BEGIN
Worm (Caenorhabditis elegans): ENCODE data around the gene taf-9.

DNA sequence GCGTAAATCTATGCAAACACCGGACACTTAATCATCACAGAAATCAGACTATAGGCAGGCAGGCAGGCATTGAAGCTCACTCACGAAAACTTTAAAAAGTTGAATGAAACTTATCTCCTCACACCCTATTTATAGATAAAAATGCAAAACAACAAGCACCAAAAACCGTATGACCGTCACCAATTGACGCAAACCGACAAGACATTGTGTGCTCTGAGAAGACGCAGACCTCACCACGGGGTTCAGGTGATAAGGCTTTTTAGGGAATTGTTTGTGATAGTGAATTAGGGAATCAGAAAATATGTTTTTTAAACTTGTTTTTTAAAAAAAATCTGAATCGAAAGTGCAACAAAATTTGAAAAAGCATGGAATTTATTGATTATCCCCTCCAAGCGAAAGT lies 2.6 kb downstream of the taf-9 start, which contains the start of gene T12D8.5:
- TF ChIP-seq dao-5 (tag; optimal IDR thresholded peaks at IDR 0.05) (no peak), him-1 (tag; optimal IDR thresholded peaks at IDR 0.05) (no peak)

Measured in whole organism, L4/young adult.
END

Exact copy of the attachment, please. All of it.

Worm (Caenorhabditis elegans): ENCODE data around the gene taf-9.

DNA sequence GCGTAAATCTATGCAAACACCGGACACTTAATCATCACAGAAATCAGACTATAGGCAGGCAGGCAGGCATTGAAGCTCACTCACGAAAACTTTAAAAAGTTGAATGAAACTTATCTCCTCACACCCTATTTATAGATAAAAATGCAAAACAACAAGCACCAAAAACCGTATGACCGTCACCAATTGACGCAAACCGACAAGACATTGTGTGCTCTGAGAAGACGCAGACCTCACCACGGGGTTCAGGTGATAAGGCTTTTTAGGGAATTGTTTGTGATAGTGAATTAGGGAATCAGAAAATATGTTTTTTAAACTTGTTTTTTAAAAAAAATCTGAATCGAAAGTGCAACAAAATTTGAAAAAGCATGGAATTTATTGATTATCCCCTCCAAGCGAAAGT lies 2.6 kb downstream of the taf-9 start, which contains the start of gene T12D8.5:
- TF ChIP-seq dao-5 (tag; optimal IDR thresholded peaks at IDR 0.05) (no peak), him-1 (tag; optimal IDR thresholded peaks at IDR 0.05) (no peak)

Measured in whole organism, L4/young adult.